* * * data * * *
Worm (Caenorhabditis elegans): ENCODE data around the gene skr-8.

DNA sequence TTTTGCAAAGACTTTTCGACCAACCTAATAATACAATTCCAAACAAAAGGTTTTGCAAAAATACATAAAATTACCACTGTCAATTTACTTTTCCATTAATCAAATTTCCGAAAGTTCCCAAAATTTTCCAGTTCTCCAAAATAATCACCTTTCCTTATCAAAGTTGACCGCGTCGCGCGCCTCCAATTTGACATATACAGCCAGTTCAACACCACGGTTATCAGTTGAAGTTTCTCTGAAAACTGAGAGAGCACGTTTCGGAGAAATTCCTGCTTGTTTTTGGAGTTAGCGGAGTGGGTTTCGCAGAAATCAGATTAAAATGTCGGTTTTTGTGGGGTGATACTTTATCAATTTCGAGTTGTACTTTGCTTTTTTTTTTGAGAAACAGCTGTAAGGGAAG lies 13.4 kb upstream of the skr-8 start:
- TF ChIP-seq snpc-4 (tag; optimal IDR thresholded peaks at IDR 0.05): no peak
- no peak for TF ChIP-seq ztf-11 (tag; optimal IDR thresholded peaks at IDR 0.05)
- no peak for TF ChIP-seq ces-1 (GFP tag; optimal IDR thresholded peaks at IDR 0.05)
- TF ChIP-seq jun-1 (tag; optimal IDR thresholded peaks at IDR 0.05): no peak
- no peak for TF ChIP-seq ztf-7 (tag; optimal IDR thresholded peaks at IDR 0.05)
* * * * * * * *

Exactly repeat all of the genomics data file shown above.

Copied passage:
Worm (Caenorhabditis elegans): ENCODE data around the gene skr-8.

DNA sequence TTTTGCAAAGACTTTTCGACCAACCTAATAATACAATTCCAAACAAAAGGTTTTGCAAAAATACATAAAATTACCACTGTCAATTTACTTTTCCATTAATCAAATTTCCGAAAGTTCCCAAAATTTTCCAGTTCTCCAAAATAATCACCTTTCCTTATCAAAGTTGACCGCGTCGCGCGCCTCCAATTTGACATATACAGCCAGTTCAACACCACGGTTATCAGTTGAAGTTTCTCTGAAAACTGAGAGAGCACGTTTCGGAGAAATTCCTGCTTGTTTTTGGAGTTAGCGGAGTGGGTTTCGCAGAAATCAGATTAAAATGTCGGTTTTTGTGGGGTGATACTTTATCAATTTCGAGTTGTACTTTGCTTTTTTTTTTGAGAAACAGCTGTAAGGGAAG lies 13.4 kb upstream of the skr-8 start:
- TF ChIP-seq snpc-4 (tag; optimal IDR thresholded peaks at IDR 0.05): no peak
- no peak for TF ChIP-seq ztf-11 (tag; optimal IDR thresholded peaks at IDR 0.05)
- no peak for TF ChIP-seq ces-1 (GFP tag; optimal IDR thresholded peaks at IDR 0.05)
- TF ChIP-seq jun-1 (tag; optimal IDR thresholded peaks at IDR 0.05): no peak
- no peak for TF ChIP-seq ztf-7 (tag; optimal IDR thresholded peaks at IDR 0.05)